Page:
President names former adviser to head cyber commission
President Barack Obama has named his former national security adviser, Tom Donilon, to chair the cybersecurity commission he announced last week.
Obama also appointed former IBM CEO Sam Palmisano as the vice chair, a statement from the White House said, announcing a meeting of the three men for Wednesday afternoon.
The Commission on Enhancing National Cybersecurity was established by executive order last week as one of a series of executive actions the president took associated with his fiscal year 2017 budget request. It will spend the remainder of the year coming up with recommendations on actions that can be taken over the next decade to enhance cybersecurity awareness and protections in both the public and private sector.
‘This is going to be a big agenda, a long term agenda that is extremely complicated and extremely technical and is going to require us to overhaul a bunch of legacy systems that are already in place,’ Obama said after the meeting.
Twelve members will make up the full panel, with four members to be appointed Congress — one by the leader of each party in each chamber.
Donilon served as national security adviser from 2010 to 2013. Palmisano worked at IBM nearly 40 years, serving as CEO from 2003 to 2011.
‘As a former national security adviser and close advisor to the president, Donilon has a deep knowledge of the cyber threat environment; great knowledge of the government’s national security departments and processes; and is one of the nation’s most experienced policy analysts and managers,’ said a White House official, who chose to speak on background.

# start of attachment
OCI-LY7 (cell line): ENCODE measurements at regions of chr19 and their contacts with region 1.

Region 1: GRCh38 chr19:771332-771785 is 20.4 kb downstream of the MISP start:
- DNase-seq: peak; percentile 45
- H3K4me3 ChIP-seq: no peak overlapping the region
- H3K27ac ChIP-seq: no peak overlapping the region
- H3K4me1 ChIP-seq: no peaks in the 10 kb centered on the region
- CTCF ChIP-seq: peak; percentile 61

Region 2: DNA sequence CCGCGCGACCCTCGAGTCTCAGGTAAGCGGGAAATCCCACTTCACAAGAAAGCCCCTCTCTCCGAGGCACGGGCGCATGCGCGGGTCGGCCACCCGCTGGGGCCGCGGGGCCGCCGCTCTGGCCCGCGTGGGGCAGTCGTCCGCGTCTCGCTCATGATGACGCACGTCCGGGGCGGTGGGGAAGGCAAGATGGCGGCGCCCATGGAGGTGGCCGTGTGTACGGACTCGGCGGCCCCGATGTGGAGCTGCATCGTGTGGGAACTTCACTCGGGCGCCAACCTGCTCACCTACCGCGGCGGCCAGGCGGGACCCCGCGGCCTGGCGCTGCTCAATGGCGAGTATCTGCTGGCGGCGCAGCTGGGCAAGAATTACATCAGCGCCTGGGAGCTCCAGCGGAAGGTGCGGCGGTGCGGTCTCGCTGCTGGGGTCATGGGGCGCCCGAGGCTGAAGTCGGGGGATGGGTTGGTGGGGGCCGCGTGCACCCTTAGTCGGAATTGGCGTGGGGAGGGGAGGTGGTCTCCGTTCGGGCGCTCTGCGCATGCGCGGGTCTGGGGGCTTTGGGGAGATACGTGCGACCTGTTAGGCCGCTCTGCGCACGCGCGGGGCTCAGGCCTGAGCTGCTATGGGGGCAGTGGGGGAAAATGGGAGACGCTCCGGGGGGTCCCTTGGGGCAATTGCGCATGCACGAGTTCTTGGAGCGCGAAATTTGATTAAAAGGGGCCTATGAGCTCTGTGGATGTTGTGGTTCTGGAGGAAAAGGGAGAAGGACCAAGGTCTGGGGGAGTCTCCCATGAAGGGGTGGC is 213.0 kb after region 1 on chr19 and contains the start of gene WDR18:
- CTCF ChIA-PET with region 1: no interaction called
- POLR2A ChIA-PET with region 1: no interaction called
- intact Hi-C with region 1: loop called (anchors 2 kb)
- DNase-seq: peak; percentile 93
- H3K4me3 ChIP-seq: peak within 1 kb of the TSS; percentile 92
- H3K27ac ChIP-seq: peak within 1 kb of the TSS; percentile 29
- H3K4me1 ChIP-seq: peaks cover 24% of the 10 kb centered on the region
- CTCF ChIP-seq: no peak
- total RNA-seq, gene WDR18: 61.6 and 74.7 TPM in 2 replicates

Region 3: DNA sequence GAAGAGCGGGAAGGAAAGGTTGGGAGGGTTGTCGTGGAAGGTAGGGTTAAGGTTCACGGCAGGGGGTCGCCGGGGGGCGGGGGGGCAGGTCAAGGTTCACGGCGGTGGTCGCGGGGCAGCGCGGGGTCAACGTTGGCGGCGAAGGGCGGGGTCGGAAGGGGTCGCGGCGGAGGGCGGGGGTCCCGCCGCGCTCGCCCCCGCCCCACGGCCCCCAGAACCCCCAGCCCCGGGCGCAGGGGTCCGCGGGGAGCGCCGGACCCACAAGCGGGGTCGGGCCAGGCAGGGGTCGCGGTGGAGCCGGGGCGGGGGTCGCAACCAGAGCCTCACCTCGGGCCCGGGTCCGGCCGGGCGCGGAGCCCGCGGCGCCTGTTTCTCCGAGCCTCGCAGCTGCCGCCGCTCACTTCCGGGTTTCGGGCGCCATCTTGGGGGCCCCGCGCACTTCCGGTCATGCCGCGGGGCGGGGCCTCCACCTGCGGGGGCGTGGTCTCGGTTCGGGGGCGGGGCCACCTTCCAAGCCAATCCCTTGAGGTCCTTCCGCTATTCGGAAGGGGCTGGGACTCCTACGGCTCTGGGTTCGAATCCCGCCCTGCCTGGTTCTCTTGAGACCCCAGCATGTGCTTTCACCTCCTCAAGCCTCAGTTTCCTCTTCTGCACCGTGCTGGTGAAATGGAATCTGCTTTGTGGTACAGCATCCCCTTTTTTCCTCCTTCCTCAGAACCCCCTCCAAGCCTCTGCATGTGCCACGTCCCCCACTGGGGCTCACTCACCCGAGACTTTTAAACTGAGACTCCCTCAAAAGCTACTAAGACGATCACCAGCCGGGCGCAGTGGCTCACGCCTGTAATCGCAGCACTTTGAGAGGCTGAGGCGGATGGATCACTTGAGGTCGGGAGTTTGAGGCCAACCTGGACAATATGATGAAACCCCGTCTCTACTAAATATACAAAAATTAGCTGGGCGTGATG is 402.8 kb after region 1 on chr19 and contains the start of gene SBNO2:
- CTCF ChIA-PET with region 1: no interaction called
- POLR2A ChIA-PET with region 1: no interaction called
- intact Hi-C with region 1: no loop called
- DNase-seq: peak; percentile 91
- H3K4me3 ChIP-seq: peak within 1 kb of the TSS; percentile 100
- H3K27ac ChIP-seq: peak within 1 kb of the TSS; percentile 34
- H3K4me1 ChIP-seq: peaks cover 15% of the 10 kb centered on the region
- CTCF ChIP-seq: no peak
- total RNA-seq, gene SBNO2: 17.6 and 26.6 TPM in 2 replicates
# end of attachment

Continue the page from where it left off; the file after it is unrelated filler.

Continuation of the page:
‘Palmisano is one of the nation’s most experienced private sector technology executives, and is a great business leader, innovator, and problem solver. The president expects both of these men to bring these experiences to bear and set the country on a path to ensuring cybersecurity over the next decade.’
The commission is one part of the president’s Cybersecurity National Action Plan, a sprawling agenda that combines executive orders, new government positions and budget requests to improve the country’s digital security.
The president, who expects the report no later than Dec. 1, said the commission will give ideas on everything from protection of federal government databases to better security for various commercial sectors, like the electrical grid or financial institutions.
‘We’re confident that this is going to be the kind of product that is of great importance to everybody, and this is not an ideological issue that should divide Washington on party lines,’ Obama said. ‘This is something that everybody’s got an interest in making better.’
Homeland Security Secretary Jeh Johnson and Secretary of Commerce Penny Pritzker will also serve an advisory role on the commission, according to Obama.